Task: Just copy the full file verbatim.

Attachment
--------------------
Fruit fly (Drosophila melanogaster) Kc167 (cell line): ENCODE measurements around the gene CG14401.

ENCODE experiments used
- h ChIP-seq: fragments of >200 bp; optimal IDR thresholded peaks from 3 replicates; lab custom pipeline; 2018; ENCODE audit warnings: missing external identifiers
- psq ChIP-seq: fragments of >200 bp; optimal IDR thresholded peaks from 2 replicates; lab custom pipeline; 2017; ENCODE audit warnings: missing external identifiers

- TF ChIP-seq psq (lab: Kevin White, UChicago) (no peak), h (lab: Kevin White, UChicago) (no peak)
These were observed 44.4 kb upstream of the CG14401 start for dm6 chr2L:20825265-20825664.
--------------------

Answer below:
Fruit fly (Drosophila melanogaster) Kc167 (cell line): ENCODE measurements around the gene CG14401.

ENCODE experiments used
- h ChIP-seq: fragments of >200 bp; optimal IDR thresholded peaks from 3 replicates; lab custom pipeline; 2018; ENCODE audit warnings: missing external identifiers
- psq ChIP-seq: fragments of >200 bp; optimal IDR thresholded peaks from 2 replicates; lab custom pipeline; 2017; ENCODE audit warnings: missing external identifiers

- TF ChIP-seq psq (lab: Kevin White, UChicago) (no peak), h (lab: Kevin White, UChicago) (no peak)
These were observed 44.4 kb upstream of the CG14401 start for dm6 chr2L:20825265-20825664.